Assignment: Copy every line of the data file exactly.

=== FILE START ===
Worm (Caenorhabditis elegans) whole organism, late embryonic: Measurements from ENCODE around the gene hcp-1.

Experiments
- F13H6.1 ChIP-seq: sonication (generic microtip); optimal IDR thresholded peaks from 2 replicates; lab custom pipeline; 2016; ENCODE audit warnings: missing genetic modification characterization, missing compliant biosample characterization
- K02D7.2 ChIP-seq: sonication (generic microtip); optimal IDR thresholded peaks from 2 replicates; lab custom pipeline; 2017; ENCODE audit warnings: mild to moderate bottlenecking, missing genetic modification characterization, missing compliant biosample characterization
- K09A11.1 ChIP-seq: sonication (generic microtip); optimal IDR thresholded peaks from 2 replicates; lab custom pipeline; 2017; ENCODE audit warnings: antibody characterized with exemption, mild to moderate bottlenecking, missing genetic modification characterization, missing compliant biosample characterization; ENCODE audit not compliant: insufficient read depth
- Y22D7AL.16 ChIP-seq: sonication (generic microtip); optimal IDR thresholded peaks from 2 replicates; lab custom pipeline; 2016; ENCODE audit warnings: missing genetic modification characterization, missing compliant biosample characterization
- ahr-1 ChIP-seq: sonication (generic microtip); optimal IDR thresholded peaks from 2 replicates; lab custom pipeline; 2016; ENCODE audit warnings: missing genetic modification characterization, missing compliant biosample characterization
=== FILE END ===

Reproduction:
Worm (Caenorhabditis elegans) whole organism, late embryonic: Measurements from ENCODE around the gene hcp-1.

Experiments
- F13H6.1 ChIP-seq: sonication (generic microtip); optimal IDR thresholded peaks from 2 replicates; lab custom pipeline; 2016; ENCODE audit warnings: missing genetic modification characterization, missing compliant biosample characterization
- K02D7.2 ChIP-seq: sonication (generic microtip); optimal IDR thresholded peaks from 2 replicates; lab custom pipeline; 2017; ENCODE audit warnings: mild to moderate bottlenecking, missing genetic modification characterization, missing compliant biosample characterization
- K09A11.1 ChIP-seq: sonication (generic microtip); optimal IDR thresholded peaks from 2 replicates; lab custom pipeline; 2017; ENCODE audit warnings: antibody characterized with exemption, mild to moderate bottlenecking, missing genetic modification characterization, missing compliant biosample characterization; ENCODE audit not compliant: insufficient read depth
- Y22D7AL.16 ChIP-seq: sonication (generic microtip); optimal IDR thresholded peaks from 2 replicates; lab custom pipeline; 2016; ENCODE audit warnings: missing genetic modification characterization, missing compliant biosample characterization
- ahr-1 ChIP-seq: sonication (generic microtip); optimal IDR thresholded peaks from 2 replicates; lab custom pipeline; 2016; ENCODE audit warnings: missing genetic modification characterization, missing compliant biosample characterization